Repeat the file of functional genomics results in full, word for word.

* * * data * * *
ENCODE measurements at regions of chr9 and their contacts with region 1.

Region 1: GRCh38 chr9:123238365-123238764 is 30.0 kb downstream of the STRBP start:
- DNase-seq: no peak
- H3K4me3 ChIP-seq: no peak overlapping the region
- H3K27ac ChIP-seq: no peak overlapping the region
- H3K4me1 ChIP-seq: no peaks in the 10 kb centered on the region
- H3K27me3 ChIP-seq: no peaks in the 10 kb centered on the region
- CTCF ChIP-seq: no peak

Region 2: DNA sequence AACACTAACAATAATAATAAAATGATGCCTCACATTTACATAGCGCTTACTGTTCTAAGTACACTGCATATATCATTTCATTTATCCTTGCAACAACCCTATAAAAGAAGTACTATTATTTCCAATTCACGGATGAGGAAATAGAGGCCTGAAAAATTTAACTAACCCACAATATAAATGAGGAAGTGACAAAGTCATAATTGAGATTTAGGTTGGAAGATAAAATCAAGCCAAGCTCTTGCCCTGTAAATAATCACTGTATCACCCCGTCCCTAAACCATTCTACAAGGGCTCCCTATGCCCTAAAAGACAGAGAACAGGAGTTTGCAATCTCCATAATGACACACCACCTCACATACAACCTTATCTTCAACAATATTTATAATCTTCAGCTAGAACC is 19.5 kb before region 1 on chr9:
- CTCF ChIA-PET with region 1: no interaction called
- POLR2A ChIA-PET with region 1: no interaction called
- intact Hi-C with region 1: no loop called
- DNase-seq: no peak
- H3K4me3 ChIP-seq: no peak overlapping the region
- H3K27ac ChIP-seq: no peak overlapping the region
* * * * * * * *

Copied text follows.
ENCODE measurements at regions of chr9 and their contacts with region 1.

Region 1: GRCh38 chr9:123238365-123238764 is 30.0 kb downstream of the STRBP start:
- DNase-seq: no peak
- H3K4me3 ChIP-seq: no peak overlapping the region
- H3K27ac ChIP-seq: no peak overlapping the region
- H3K4me1 ChIP-seq: no peaks in the 10 kb centered on the region
- H3K27me3 ChIP-seq: no peaks in the 10 kb centered on the region
- CTCF ChIP-seq: no peak

Region 2: DNA sequence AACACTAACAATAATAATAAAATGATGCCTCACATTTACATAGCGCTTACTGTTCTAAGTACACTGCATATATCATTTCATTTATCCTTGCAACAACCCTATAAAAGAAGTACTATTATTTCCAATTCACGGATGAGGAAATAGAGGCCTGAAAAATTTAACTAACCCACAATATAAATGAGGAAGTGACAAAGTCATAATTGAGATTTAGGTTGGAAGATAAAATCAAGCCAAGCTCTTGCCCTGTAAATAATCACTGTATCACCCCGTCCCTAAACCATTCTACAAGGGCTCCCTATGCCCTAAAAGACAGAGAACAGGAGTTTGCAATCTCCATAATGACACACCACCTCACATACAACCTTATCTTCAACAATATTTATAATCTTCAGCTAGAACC is 19.5 kb before region 1 on chr9:
- CTCF ChIA-PET with region 1: no interaction called
- POLR2A ChIA-PET with region 1: no interaction called
- intact Hi-C with region 1: no loop called
- DNase-seq: no peak
- H3K4me3 ChIP-seq: no peak overlapping the region
- H3K27ac ChIP-seq: no peak overlapping the region